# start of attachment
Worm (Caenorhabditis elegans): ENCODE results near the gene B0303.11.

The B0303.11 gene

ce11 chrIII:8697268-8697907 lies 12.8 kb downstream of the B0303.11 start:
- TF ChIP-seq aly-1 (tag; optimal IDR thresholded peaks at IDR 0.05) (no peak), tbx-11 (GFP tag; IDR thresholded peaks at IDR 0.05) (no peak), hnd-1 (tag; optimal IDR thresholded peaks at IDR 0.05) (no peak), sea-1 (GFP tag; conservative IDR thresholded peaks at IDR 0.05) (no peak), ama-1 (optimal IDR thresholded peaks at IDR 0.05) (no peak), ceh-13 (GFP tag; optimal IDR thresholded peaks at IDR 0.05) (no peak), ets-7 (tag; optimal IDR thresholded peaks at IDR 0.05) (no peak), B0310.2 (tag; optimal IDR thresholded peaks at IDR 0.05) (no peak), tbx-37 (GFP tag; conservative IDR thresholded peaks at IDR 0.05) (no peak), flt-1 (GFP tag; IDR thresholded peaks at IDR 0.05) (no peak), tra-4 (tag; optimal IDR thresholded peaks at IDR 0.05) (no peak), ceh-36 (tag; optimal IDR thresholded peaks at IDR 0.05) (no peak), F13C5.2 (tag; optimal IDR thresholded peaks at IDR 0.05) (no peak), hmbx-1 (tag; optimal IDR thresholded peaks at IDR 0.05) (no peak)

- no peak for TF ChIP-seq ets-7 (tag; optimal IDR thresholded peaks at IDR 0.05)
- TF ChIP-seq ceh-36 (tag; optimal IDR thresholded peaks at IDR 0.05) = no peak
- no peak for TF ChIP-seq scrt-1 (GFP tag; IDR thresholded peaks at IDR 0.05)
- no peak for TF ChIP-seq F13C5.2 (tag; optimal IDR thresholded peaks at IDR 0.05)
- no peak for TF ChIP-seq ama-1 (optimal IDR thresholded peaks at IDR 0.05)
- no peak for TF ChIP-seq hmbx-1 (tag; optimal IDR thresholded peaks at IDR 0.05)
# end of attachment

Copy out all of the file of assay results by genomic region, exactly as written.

Worm (Caenorhabditis elegans): ENCODE results near the gene B0303.11.

The B0303.11 gene

ce11 chrIII:8697268-8697907 lies 12.8 kb downstream of the B0303.11 start:
- TF ChIP-seq aly-1 (tag; optimal IDR thresholded peaks at IDR 0.05) (no peak), tbx-11 (GFP tag; IDR thresholded peaks at IDR 0.05) (no peak), hnd-1 (tag; optimal IDR thresholded peaks at IDR 0.05) (no peak), sea-1 (GFP tag; conservative IDR thresholded peaks at IDR 0.05) (no peak), ama-1 (optimal IDR thresholded peaks at IDR 0.05) (no peak), ceh-13 (GFP tag; optimal IDR thresholded peaks at IDR 0.05) (no peak), ets-7 (tag; optimal IDR thresholded peaks at IDR 0.05) (no peak), B0310.2 (tag; optimal IDR thresholded peaks at IDR 0.05) (no peak), tbx-37 (GFP tag; conservative IDR thresholded peaks at IDR 0.05) (no peak), flt-1 (GFP tag; IDR thresholded peaks at IDR 0.05) (no peak), tra-4 (tag; optimal IDR thresholded peaks at IDR 0.05) (no peak), ceh-36 (tag; optimal IDR thresholded peaks at IDR 0.05) (no peak), F13C5.2 (tag; optimal IDR thresholded peaks at IDR 0.05) (no peak), hmbx-1 (tag; optimal IDR thresholded peaks at IDR 0.05) (no peak)

- no peak for TF ChIP-seq ets-7 (tag; optimal IDR thresholded peaks at IDR 0.05)
- TF ChIP-seq ceh-36 (tag; optimal IDR thresholded peaks at IDR 0.05) = no peak
- no peak for TF ChIP-seq scrt-1 (GFP tag; IDR thresholded peaks at IDR 0.05)
- no peak for TF ChIP-seq F13C5.2 (tag; optimal IDR thresholded peaks at IDR 0.05)
- no peak for TF ChIP-seq ama-1 (optimal IDR thresholded peaks at IDR 0.05)
- no peak for TF ChIP-seq hmbx-1 (tag; optimal IDR thresholded peaks at IDR 0.05)